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Anonymous Vietnamese Philanthropist Builds Bridge For Ethnic Minority Village

An anonymous Vietnamese philanthropist built a concrete bridge for the ethnic minority group Van Kieu who lives in Cu Pua Village, Dakrong Commune in the central province of Quang Tri who used to risk their lives every time they cross a fast-flowing stream on just wire cables.

The makeshift bridge is called “Anh Teo Sa Gon” (Bro Teo from Saigon) and was officially opened mid-January 2016. It is ten metres long and two metres wide. The bridge itself is just a regular-looking structure, but the story behind it makes it extra special and memorable.

More than a month ago, Tuoi Tre (Youth) newspaper published a photo essay featuring Cu Pua villagers dangerously crossing a rapid-flowing stream using just two cables. A man from Ho Chi Ming City immediately went to the village head Ho Van Phoi and offered to build a temporary bridge over the risky body of water. It cost him VND30 million ($1,323) to build the structure. He is in his 40s, heavily built and has the face of a good man. He didn’t want to be recognized so only asked to be called Teo, a common Vietnamese pet name.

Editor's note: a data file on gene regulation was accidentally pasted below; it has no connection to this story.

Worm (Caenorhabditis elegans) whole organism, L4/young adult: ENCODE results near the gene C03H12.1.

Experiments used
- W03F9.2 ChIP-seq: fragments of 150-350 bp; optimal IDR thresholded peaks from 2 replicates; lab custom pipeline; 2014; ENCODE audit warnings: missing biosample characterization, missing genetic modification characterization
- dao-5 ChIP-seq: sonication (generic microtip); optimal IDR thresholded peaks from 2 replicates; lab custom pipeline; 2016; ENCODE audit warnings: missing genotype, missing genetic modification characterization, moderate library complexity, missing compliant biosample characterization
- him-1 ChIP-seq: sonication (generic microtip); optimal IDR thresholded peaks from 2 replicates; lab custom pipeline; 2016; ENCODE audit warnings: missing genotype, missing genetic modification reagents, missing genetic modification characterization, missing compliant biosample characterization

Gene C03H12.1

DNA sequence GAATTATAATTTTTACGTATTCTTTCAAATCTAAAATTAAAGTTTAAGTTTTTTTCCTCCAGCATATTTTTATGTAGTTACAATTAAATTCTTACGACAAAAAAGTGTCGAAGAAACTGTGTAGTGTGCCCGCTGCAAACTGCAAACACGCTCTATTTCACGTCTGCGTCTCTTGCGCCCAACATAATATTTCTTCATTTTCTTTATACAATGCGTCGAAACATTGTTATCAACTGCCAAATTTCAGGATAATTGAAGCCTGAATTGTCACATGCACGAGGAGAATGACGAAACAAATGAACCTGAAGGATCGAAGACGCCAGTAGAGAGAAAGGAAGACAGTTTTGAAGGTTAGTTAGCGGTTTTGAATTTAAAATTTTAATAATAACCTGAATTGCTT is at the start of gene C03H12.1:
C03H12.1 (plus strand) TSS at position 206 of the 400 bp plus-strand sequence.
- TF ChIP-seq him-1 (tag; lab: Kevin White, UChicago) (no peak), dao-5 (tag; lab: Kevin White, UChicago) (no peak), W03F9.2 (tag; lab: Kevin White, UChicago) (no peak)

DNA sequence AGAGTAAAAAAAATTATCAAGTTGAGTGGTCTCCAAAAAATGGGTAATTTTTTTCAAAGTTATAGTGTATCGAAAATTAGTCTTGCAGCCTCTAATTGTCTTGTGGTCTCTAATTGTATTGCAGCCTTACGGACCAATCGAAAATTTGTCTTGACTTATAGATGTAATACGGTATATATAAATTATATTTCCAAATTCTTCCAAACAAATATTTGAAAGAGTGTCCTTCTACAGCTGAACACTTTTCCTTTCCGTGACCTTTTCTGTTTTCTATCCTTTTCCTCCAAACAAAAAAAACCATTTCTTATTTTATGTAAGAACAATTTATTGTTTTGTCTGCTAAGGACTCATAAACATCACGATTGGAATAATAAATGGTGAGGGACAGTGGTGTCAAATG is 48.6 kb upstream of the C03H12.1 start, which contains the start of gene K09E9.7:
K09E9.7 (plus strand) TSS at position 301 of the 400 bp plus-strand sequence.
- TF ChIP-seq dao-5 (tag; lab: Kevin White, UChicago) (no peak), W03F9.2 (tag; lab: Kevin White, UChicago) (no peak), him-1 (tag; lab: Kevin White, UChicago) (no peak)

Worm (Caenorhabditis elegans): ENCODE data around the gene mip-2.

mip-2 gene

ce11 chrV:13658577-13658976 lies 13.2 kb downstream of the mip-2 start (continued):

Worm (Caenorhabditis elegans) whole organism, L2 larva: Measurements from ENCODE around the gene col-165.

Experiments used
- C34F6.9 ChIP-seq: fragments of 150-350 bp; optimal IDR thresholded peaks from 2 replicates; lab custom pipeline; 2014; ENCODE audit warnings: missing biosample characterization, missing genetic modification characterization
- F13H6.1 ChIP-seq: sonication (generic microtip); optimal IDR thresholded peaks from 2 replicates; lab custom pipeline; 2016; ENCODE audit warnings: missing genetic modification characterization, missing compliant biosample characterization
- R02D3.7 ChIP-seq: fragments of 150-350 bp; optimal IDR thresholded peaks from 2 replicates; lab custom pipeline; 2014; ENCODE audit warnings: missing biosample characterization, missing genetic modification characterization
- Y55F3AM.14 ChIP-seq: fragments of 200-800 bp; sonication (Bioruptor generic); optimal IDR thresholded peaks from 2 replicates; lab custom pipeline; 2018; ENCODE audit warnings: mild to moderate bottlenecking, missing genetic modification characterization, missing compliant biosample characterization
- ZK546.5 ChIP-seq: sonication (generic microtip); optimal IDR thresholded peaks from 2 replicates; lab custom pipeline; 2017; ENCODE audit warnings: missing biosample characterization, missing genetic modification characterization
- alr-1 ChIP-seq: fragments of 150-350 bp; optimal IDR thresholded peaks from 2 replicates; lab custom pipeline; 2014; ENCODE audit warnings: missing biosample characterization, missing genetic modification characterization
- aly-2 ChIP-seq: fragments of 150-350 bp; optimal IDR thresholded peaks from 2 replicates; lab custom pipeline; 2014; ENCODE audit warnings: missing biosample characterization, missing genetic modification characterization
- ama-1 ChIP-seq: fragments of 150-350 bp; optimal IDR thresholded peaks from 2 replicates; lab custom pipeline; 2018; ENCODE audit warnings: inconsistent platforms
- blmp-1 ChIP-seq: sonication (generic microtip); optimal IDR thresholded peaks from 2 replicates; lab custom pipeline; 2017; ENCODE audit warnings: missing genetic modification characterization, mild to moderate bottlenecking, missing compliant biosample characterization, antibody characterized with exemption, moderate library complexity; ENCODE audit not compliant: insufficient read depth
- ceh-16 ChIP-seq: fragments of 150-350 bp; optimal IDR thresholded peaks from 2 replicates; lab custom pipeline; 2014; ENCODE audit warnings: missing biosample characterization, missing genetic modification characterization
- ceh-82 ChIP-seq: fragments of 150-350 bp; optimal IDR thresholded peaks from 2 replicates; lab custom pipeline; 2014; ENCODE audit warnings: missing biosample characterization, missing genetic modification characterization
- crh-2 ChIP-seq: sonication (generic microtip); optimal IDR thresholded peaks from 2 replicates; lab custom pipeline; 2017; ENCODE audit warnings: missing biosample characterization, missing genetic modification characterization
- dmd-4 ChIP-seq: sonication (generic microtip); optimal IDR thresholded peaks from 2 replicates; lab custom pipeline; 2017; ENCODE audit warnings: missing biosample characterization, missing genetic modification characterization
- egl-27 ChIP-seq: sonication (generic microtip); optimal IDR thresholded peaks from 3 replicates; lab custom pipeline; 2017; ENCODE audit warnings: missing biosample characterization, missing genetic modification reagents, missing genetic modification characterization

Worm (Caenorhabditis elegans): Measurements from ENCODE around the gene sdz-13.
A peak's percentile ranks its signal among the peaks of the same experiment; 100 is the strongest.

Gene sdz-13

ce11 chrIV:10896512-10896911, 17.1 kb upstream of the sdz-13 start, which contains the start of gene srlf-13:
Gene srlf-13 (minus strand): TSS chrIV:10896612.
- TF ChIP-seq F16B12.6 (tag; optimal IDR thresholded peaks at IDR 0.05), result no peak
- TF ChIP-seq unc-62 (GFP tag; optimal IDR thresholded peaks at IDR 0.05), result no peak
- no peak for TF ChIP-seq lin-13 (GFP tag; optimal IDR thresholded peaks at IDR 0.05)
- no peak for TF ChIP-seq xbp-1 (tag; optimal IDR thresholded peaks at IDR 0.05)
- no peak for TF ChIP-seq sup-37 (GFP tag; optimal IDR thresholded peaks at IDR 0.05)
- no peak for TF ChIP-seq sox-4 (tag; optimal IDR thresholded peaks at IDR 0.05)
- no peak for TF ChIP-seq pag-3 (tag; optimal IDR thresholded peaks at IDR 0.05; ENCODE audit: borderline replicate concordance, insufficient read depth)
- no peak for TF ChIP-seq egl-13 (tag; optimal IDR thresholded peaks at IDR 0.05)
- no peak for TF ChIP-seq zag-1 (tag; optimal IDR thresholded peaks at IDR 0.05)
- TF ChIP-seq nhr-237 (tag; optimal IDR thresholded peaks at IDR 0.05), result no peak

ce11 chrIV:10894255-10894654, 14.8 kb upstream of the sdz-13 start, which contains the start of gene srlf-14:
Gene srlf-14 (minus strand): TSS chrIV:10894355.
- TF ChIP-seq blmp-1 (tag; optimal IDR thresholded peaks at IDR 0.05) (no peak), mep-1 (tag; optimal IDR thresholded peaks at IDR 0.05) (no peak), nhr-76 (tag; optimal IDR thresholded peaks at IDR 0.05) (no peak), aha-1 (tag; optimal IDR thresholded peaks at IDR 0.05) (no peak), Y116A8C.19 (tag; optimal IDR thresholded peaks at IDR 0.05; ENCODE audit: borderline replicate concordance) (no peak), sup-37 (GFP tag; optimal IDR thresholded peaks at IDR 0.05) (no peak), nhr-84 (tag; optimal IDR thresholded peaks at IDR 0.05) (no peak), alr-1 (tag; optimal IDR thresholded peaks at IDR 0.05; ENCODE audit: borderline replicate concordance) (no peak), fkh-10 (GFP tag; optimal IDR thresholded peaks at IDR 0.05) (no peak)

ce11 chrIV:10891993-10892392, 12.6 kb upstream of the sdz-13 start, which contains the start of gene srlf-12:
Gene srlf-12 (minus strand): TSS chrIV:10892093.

Admitting that he was not rich and only wanted to help, he made a deal with Phoi that he would provide the cement and steel with his money, but the villagers themselves must help with the construction of the bridge itself. It was then decided that two members of each household would be on the team, or an equivalent of 56 people out of the 26 households in the village. Teo also brought with him a mechanical engineer and a civil engineer who would work on the technical and security aspects of the construction.

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The work started on January 5, 2016 and in just one week, the bridge was finished right in the same spot as the two cables used to be. Residents of Cu Pua Village still can’t seem to believe up to now that there is someone, a stranger at that, so kind-hearted as to offer to build them a bridge without asking anything in return and not even wanting to be recognized for his good deed.

The chairman of the Dakrong Commune People’s Committee is the only person who knows Teo’s real identity, but he intends to keep it a secret at the philanthropist’s request. The bridge may look ordinary, but how it changed the villagers’ lives forever for the better makes it incredible, immortal.


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